How to Remove a Stuck Riding Boot From the Foot
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Riding boots are often hard to put on, let alone take off. If you have new riding boots that haven't been properly broken in yet or riding boots that are a size too small, it's possible that your foot will get stuck in the boot. Don't panic. There are a few inexpensive home remedies to try before resorting to cutting the boot off your foot.
Get a Friend to Help
Before trying anything else, take a seat and relax. Grab the seat of the chair to stable yourself and extend the foot that's stuck in the boot in front of you. Get a friend to pull off the boot. For better leverage put the back of the chair against a wall and put your leg at a 90-degree angle in the air.
Boot Jacks and Shoe Horns
Boot jacks and shoe horns should be your next course of action if someone else is unable to pull off your riding boot. Wedge your stuck foot into the triangle of the boot jack. Place your other foot on top of the boot jack for leverage. Place your hands against a wall for balance. Let the boot jack grip the heel of the boot and lift your foot out of the boot. If your boot has a shorter leg, use a shoe horn to pop your heel out of the boot.
Heat causes molecules to expand. Put a heating pad around the ankle of the boot to expand the leather. Leave the heating pad on the boot for at least 10 minutes. Try to move your foot around in the boot to push the leather out. If it doesn't work after 10 minutes of heat, leave the heating pad on for an additional 10 minutes. Additionally, the cold causes molecules to constrict. Your foot might have become sweaty and swollen inside the boot. If your foot feels swollen, elevate it and place ice on top of the foot of the boot. When your foot feels cooler and like the swelling has gone down, try removing the foot from the boot.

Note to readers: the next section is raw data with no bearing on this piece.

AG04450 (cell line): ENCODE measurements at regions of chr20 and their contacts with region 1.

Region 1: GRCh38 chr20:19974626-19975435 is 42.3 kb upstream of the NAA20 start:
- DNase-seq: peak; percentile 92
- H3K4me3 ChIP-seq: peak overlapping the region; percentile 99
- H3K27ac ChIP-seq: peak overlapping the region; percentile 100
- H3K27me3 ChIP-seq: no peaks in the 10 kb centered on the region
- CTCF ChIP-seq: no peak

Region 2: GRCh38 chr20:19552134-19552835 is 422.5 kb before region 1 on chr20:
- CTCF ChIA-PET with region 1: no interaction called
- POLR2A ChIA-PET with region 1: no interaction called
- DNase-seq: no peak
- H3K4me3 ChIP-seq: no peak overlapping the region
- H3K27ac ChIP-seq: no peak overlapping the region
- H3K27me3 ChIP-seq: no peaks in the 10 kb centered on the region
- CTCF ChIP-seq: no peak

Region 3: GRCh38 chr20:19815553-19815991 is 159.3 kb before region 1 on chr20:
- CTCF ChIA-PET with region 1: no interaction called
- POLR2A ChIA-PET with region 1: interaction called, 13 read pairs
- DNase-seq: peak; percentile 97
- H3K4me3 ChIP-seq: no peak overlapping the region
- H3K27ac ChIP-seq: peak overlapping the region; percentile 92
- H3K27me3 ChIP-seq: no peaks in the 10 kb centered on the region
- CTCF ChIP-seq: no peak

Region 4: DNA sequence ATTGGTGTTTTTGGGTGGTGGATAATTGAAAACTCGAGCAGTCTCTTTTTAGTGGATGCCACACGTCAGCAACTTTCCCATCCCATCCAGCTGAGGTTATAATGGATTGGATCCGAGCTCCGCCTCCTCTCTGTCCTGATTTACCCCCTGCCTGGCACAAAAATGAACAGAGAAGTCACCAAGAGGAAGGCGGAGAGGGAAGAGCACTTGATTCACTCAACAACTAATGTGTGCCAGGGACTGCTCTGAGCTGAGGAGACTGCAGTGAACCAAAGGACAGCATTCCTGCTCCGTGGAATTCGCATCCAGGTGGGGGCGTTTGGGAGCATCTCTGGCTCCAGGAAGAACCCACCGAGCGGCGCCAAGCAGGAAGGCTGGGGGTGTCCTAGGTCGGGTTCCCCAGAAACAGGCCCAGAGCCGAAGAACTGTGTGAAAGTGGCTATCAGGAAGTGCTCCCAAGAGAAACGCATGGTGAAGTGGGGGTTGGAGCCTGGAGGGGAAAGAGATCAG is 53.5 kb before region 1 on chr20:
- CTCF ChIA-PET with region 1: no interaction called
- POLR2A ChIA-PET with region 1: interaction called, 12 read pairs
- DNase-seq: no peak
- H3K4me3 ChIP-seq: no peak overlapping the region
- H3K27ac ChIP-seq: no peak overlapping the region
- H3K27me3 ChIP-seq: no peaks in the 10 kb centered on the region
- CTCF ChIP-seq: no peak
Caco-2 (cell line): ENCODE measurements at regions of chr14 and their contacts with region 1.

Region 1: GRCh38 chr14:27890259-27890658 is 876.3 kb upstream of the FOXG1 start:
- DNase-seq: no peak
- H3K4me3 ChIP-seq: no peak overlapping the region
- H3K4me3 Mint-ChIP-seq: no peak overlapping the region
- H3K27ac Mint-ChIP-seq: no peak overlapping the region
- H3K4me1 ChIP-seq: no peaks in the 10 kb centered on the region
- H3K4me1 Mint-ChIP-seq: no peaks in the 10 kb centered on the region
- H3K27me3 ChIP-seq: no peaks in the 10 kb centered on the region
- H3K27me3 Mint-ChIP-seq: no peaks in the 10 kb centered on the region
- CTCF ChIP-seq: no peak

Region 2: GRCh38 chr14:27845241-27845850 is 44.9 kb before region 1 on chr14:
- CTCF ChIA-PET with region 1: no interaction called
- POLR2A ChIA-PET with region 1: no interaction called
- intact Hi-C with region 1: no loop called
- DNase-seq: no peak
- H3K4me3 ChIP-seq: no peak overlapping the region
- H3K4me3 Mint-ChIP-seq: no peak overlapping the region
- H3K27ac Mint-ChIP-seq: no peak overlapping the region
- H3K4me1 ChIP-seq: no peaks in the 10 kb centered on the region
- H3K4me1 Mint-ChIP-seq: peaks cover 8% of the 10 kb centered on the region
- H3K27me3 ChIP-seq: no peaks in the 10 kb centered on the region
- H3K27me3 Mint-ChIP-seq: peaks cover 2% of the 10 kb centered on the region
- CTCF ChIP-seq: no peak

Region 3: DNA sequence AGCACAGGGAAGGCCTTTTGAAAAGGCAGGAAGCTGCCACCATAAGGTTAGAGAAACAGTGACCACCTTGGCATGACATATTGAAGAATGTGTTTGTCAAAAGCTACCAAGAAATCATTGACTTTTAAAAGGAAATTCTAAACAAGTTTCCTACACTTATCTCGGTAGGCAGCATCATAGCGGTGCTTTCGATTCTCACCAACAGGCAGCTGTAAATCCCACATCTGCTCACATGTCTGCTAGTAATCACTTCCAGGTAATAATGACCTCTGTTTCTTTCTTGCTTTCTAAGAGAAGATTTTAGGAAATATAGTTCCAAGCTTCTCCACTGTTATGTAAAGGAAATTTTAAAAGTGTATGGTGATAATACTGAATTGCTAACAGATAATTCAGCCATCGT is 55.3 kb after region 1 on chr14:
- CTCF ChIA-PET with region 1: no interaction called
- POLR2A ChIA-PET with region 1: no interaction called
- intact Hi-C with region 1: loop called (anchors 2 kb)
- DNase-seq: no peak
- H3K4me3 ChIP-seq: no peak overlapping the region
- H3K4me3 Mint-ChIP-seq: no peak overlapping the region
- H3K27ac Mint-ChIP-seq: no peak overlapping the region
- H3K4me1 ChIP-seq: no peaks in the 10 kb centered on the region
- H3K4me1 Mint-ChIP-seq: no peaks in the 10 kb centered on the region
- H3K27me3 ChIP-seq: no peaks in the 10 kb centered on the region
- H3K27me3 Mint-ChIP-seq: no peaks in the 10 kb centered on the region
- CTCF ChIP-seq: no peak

Lubricating your foot should be a last resort as the oil can make quite a mess and will stain the boot if it gets on the outside. Using a lubricant will only be useful if you're not wearing socks. Take olive oil or baby oil and drip 2 to 3 tablespoons down the back, front and sides of the boot. Wiggle your foot as much as you can to spread the oil around the foot. Use more oil if necessary, then try to remove your foot from the boot.
Red Ashton has been writing and editing professionally since 2003. Her work has appeared in "The Times Ledger," "The Lit Review," "Not For Tourists," Voyage.tv, and the Rough Guides website. Her areas of writing expertise include travel, home-and-garden and education. Ashton earned a Master of Fine Arts in creative writing from the New School.